By Craig Malisow
By Jeff Balke
By Angelica Leicht
By Jeff Balke
By Sean Pendergast
By Sean Pendergast
By Jeff Balke
By Ben DuBose
The monthly meetings of the Bellaire Parks and Recreation Advisory Board are not known for their controversies. Normally, they proceed with the sort of quiet, orderly efficiency that characterizes much of Bellaire life.
But that changed this month when the board held a public hearing, and a few Bellaireans opened up their terror-stricken hearts.
The subject was the game of basketball.
"I've lived in Bellaire since 1973, and the only time I've feared for the city is when the basketball goal has been up," Ken Pennell said.
''I don't think the element it's bringing in is what we want," another resident added. ''I don't like the criminal activity."
The basketball goal at Evergreen Park has been up and down many times over the years, and it was the prospect that it would rise again that drew about ten neighbors of the park out of their homes and into politics. From Fort Lauderdale to Greensboro, North Carolina, to the Chicago suburbs, battles like this have been fought across the country for years, as people who live near basketball courts try to keep the kind of people who play basketball out of their communities. They complain of fast cars and foul language, of boom boxes and beer cans. In some cases, they are talking about black people. In most cases, they try not to say so.
The Houston Parks and Recreation Department has never removed a rim because of citizen complaint, said spokeswoman Susan Christian. "That doesn't make a lot of sense to me," she said. Rather than asking that goals be removed, people more often request that more courts be built, she says. The department maintains 178 around the city. For a smaller, different crowd, it offers more than 200 tennis courts.
The result of the shortage, perhaps, is the have-ball-will-travel phenomenon. Two years ago, at River Oaks Park, a full court was converted into two half courts to draw that smaller, different crowd. The same thing was done at two parks in West University Place, and the location of the remaining courts the parks director didn't want publicized. "Our parks are for our citizens," Mark Mailes explained.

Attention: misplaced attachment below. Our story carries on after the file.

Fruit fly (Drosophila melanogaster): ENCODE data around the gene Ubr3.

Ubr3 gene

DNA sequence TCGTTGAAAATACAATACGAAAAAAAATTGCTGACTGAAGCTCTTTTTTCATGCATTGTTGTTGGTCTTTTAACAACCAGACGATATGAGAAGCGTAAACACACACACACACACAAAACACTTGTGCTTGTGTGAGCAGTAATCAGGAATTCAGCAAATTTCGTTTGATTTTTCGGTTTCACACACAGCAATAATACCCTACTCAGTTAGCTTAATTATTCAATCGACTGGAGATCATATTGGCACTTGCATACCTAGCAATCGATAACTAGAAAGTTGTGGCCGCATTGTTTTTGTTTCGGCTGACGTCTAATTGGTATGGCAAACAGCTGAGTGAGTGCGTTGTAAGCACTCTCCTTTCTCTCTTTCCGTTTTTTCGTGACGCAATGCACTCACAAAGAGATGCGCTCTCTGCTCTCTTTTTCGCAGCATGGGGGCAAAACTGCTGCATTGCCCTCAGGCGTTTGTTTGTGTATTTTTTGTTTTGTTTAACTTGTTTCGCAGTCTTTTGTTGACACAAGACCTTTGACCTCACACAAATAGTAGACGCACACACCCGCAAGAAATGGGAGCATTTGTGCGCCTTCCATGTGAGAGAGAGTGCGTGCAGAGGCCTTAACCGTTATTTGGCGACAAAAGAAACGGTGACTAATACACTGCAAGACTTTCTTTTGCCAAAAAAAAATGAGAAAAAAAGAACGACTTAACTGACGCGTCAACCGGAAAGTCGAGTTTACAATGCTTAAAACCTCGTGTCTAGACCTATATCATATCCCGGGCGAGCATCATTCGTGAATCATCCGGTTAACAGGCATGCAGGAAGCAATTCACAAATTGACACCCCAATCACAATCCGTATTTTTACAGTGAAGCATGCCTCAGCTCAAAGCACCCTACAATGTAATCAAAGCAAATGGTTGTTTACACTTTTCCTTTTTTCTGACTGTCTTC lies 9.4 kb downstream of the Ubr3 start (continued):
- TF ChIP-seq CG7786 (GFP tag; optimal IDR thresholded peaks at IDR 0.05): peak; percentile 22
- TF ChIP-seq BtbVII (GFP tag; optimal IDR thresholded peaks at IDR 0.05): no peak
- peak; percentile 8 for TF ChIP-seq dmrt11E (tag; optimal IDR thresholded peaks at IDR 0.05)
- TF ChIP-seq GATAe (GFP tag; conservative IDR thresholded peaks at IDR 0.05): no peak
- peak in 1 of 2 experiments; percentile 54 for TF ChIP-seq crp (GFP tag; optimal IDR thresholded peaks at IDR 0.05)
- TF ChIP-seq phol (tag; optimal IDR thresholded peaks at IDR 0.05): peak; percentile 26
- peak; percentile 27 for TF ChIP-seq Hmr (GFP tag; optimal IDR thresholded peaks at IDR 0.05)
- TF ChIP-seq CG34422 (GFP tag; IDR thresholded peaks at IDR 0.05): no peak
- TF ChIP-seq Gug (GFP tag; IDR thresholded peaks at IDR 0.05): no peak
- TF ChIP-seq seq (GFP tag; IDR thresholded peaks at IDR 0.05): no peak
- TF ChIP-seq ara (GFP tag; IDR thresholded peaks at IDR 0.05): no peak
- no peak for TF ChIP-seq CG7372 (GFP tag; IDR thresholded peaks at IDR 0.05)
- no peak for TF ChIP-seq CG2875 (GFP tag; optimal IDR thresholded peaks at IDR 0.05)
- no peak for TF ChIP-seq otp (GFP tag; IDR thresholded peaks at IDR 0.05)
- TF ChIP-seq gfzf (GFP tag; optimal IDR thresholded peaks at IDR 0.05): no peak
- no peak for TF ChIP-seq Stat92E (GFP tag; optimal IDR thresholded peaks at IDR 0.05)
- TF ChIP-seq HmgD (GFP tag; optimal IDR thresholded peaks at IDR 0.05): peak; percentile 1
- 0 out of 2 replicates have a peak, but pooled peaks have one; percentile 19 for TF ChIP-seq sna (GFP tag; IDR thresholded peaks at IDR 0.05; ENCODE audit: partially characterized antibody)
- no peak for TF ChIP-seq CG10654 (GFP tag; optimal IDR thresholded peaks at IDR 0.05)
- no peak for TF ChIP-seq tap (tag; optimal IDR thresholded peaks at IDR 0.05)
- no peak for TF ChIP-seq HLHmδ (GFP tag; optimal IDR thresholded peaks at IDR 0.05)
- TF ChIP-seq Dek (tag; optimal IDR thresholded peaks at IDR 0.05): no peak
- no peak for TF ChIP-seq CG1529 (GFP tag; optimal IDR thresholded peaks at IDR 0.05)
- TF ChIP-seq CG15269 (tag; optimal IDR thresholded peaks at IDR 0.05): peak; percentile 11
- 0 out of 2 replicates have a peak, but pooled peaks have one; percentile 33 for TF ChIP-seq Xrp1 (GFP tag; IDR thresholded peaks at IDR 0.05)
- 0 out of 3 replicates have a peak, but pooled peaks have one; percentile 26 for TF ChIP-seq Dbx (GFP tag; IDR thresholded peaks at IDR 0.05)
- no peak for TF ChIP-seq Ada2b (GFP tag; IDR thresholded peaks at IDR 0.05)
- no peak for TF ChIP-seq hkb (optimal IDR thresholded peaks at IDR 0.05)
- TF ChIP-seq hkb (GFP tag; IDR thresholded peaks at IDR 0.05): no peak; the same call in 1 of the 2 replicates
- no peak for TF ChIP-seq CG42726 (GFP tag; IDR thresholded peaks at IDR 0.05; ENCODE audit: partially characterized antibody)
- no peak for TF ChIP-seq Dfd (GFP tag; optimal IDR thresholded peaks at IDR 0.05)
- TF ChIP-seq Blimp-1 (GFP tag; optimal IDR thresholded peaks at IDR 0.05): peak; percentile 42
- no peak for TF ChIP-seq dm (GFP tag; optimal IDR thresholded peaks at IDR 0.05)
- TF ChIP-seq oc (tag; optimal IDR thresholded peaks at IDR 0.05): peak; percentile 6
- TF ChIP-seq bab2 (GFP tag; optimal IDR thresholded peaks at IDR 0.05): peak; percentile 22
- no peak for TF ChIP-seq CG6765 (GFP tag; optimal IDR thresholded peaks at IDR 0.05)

This essentially was the feeling expressed as the hearing began in Bellaire. Since ballplayers aren't a politically active bunch, none appeared that evening, and so a middle-aged, all-white group of neighbors opened up comfortably to an all-white board of listeners.
Ken Pennell said basketball brings bullies to Bellaire. He once told the big kids to get off the court so the little kids could play, and they, in other words, told him to get lost. ''I have a problem with that," he said. And Ginny Skebe made the point several times, as though for emphasis, that the basketball court at Evergreen Park had actually been used by men. ''Not teens -- men!" Then when it was her turn, the resident hobbled to the microphone and spoke of her right to peace.
"I feel the court's a danger to my health," she said. "I suffer from chronic obstructed lung disease, and basketball users are not considerate people."
They're noisy and messy, she said. They drink from her hose and leave beer cans at her curb, and she has seen ''so many drug deals at the basketball court," she said, and the police are afraid to go there without backup.
"Are we expected to live in fear when our own police need backup?" she wanted to know.
Later, the assistant chief of police, Randy Mack, would say that Evergreen Park has never struck him as a high-crime zone and that Bellaire policemen certainly require no assistance to go there. He would also say, ''You been talking to (resident)? Yeah, she calls frequently."
It was not that resident, however, who set the tone of the evening. Things did not really get going until Terry Lefebver began talking. He didn't live on Verone Street in the basketball days, but no one at the meeting was more afraid of the game than he. Lefebver lives in one of the big houses that dwarf those around it, and he said he hasn't felt safe in Bellaire. There are teenagers sitting in the park who watch him as he drives by, ''and they're predatory in nature," he said, ''and I can't understand how putting up the goal will improve this basically unacceptable situation. It will only attract a more hardened criminal element."
Later, the assistant chief of police would also have something to say about this. He would say that a basketball court would probably attract only basketball players. But at the meeting, Lefebver's remark went unchallenged, because there was something more serious to consider now, and that was the cold possibility that perhaps the enemy was within. Among the happy infants swinging and sliding in the play area, perhaps a few had grown into deviant adolescence, and perhaps it was they who were haunting Evergreen Park. Board member Casey Doherty was the first to suggest it.
''They look like they're from God knows where," he said, ''but I suspect they are for the most part Bellaire kids."
At the entrance to the park, a sign reads ''Caution Children," and maybe the children of Bellaire should start paying heed to that sign, because after a certain age, they're not wanted in the area. What can be done about ''the bad element" -- that kid with the red beret (maybe he's in a gang, Melissa Sherman wondered) and that hopelessly unfashionable dude with the Mohawk?